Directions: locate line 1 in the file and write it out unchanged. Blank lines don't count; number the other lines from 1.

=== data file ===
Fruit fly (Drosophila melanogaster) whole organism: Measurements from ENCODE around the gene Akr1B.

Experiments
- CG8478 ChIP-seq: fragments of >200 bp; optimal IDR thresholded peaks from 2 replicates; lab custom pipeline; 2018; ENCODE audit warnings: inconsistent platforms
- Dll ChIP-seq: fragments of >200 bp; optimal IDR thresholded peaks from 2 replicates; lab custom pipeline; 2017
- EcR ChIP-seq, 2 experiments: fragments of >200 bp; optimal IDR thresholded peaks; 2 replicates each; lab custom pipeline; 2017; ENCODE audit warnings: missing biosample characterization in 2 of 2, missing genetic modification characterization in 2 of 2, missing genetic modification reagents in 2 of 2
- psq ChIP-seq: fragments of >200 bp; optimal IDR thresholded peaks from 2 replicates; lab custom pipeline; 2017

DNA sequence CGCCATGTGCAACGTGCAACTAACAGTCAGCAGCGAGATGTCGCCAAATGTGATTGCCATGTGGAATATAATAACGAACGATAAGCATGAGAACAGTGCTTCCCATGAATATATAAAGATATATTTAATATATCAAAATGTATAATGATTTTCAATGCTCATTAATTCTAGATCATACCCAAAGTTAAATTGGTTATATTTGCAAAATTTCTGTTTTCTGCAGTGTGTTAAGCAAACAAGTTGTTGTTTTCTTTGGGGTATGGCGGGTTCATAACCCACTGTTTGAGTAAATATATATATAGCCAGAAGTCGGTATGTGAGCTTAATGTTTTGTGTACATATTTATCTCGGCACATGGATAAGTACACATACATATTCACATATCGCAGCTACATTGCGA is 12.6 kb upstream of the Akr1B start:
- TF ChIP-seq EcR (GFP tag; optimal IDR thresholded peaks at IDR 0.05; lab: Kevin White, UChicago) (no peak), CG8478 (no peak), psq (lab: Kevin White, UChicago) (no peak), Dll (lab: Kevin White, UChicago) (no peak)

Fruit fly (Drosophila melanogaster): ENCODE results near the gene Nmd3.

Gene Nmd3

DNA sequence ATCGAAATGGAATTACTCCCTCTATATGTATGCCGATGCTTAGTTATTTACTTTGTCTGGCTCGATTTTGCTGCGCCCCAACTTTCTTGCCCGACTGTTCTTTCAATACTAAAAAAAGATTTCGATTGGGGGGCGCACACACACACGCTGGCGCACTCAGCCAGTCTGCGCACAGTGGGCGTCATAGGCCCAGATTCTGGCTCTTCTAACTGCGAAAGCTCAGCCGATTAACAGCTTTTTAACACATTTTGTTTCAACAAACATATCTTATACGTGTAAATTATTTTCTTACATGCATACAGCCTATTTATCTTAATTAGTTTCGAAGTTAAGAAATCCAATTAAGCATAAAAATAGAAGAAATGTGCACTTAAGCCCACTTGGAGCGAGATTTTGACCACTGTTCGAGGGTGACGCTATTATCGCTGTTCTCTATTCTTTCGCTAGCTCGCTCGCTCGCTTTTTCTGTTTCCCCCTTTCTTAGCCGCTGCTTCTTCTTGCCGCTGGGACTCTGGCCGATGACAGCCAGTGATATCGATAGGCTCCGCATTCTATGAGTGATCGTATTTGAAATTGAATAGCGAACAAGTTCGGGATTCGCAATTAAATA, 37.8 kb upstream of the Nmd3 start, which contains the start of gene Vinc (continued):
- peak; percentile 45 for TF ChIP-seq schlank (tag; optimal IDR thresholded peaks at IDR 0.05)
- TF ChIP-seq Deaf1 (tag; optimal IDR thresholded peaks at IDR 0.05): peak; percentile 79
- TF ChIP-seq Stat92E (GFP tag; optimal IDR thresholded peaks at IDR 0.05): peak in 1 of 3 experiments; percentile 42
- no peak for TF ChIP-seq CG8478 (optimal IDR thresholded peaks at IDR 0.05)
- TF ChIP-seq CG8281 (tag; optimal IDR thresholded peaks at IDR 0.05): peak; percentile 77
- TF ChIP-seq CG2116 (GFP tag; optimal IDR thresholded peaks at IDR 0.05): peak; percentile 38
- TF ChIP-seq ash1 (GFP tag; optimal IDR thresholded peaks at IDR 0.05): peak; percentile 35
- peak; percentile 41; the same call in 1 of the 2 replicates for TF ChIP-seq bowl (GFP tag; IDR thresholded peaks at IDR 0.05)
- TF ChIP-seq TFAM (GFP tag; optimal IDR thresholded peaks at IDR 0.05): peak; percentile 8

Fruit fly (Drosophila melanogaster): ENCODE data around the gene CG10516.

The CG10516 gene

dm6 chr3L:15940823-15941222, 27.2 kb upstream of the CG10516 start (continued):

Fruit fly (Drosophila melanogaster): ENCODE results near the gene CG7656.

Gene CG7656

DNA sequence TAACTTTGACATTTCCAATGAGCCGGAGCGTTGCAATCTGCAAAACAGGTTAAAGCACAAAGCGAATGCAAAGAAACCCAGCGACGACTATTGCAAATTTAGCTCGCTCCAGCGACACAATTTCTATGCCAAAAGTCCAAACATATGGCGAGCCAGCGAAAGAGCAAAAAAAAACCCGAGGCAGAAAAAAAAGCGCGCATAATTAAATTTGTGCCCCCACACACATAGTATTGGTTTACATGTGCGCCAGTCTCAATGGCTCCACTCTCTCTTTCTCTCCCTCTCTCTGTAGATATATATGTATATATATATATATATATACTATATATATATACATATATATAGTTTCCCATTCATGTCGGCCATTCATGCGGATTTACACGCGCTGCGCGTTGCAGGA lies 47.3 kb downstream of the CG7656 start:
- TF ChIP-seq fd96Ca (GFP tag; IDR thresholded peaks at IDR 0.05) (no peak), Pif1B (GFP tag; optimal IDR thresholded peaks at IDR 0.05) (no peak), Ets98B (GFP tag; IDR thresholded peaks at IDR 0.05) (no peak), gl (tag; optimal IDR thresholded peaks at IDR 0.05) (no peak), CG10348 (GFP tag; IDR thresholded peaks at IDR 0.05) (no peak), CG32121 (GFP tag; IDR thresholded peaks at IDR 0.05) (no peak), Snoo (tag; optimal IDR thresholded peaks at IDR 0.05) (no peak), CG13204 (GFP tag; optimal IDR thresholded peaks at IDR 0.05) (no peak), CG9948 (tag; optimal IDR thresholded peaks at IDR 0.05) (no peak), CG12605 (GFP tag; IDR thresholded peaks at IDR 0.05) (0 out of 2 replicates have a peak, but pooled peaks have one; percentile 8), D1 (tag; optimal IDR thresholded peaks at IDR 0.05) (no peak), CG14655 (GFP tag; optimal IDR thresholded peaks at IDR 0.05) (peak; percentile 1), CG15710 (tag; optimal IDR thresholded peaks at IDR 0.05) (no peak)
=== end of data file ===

Fruit fly (Drosophila melanogaster) whole organism: Measurements from ENCODE around the gene Akr1B.